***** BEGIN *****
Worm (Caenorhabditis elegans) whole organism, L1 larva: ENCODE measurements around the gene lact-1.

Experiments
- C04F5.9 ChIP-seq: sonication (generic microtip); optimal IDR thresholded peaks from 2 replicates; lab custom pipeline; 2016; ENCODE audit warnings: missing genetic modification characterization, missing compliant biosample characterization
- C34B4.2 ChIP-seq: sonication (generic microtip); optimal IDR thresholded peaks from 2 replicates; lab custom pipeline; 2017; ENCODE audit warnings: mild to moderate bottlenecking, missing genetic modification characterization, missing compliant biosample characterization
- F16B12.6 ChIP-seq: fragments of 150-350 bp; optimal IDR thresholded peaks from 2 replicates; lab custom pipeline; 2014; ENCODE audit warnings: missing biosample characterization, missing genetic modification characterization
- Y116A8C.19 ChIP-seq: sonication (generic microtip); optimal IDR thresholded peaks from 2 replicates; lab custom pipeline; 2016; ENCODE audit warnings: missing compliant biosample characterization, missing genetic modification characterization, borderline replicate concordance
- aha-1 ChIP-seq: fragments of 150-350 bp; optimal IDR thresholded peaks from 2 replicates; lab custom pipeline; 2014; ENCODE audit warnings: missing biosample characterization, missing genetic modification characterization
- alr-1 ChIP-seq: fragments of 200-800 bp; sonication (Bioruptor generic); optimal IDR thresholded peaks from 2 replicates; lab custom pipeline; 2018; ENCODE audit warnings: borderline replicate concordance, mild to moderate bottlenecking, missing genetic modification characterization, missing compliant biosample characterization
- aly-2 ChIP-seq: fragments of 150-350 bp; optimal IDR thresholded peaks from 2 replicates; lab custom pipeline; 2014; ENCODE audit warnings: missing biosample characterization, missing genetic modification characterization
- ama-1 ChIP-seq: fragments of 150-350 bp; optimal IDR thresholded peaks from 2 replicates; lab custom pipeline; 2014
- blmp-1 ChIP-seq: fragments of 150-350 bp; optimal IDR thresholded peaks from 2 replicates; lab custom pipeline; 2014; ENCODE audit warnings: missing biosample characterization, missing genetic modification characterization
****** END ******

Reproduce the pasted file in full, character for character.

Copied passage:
Worm (Caenorhabditis elegans) whole organism, L1 larva: ENCODE measurements around the gene lact-1.

Experiments
- C04F5.9 ChIP-seq: sonication (generic microtip); optimal IDR thresholded peaks from 2 replicates; lab custom pipeline; 2016; ENCODE audit warnings: missing genetic modification characterization, missing compliant biosample characterization
- C34B4.2 ChIP-seq: sonication (generic microtip); optimal IDR thresholded peaks from 2 replicates; lab custom pipeline; 2017; ENCODE audit warnings: mild to moderate bottlenecking, missing genetic modification characterization, missing compliant biosample characterization
- F16B12.6 ChIP-seq: fragments of 150-350 bp; optimal IDR thresholded peaks from 2 replicates; lab custom pipeline; 2014; ENCODE audit warnings: missing biosample characterization, missing genetic modification characterization
- Y116A8C.19 ChIP-seq: sonication (generic microtip); optimal IDR thresholded peaks from 2 replicates; lab custom pipeline; 2016; ENCODE audit warnings: missing compliant biosample characterization, missing genetic modification characterization, borderline replicate concordance
- aha-1 ChIP-seq: fragments of 150-350 bp; optimal IDR thresholded peaks from 2 replicates; lab custom pipeline; 2014; ENCODE audit warnings: missing biosample characterization, missing genetic modification characterization
- alr-1 ChIP-seq: fragments of 200-800 bp; sonication (Bioruptor generic); optimal IDR thresholded peaks from 2 replicates; lab custom pipeline; 2018; ENCODE audit warnings: borderline replicate concordance, mild to moderate bottlenecking, missing genetic modification characterization, missing compliant biosample characterization
- aly-2 ChIP-seq: fragments of 150-350 bp; optimal IDR thresholded peaks from 2 replicates; lab custom pipeline; 2014; ENCODE audit warnings: missing biosample characterization, missing genetic modification characterization
- ama-1 ChIP-seq: fragments of 150-350 bp; optimal IDR thresholded peaks from 2 replicates; lab custom pipeline; 2014
- blmp-1 ChIP-seq: fragments of 150-350 bp; optimal IDR thresholded peaks from 2 replicates; lab custom pipeline; 2014; ENCODE audit warnings: missing biosample characterization, missing genetic modification characterization